Although resourceful maintainers and innovative tanker planners can mitigate deficiencies to some extent, marginal efficiencies cannot fully compensate for systemic under-resourcing. General Van Ovost, testifying on the sufficiency of the current air refueling fleet, expressed doubts to Congress in 2023, stating, “Credible air refueling capacity must simultaneously cover multiple high-priority global demands, which causes daily and wartime concerns within the air refueling fleet . . . an inventory of 466 total aircraft [is] sufficient, but at elevated risk.”[43]

Venturing into war with only 60 percent of a critically needed resource presents an undeniably elevated risk. In essence, the current investment falls short of aligning with the strategic value that Air Force tankers provide to the joint force, jeopardizing the ability to meet concurrent operational mission requirements.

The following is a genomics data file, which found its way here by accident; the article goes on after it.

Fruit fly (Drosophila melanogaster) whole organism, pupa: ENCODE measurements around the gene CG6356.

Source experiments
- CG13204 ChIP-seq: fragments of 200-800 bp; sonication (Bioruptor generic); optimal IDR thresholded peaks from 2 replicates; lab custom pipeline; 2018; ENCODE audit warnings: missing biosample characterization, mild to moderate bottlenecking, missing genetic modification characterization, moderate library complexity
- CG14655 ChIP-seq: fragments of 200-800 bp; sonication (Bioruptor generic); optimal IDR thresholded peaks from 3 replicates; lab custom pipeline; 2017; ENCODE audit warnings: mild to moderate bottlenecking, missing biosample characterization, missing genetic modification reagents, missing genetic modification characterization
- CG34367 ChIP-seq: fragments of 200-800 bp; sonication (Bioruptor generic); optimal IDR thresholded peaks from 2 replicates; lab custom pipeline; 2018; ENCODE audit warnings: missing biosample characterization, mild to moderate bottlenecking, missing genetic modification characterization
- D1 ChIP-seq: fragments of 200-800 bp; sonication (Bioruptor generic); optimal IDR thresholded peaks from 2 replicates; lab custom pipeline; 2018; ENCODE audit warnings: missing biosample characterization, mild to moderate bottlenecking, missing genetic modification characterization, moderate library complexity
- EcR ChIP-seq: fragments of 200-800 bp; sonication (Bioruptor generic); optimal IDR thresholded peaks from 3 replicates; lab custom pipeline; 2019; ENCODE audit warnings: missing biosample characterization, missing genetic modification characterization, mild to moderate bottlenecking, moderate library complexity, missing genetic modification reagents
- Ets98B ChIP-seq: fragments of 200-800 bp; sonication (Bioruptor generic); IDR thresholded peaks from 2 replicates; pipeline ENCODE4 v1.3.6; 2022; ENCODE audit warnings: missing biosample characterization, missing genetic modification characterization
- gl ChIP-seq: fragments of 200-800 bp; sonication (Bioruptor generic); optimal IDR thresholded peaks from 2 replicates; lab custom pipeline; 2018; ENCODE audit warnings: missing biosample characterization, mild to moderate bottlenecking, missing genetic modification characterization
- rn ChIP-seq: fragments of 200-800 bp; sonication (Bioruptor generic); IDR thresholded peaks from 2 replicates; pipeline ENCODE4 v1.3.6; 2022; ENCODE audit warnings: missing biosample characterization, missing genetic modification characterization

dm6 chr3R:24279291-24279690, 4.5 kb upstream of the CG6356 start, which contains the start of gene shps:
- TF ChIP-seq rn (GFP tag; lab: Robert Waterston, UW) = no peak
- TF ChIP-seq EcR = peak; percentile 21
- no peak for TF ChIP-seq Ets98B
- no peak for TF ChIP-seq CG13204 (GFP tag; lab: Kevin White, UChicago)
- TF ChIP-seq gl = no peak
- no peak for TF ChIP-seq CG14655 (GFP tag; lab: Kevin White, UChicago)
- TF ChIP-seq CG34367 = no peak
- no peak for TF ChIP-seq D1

To ensure the ability to employ long-range bombers in the Indo-Pacific while fulfilling joint force needs, the Air Force should prioritize enhancing its air refueling capacity and capabilities. It should advocate to Congress to lift the dual injunctions on retiring KC-135s and acquiring more KC-46s, thereby facilitating the revitalization of personnel, assets, and funding toward the newer and more capable KC-46. Congress has signaled receptiveness to a compelling argument by tasking the Air Force with justifying the business case for KC-135 recapitalization and outlining a clear road map for the NGAS tanker.[44]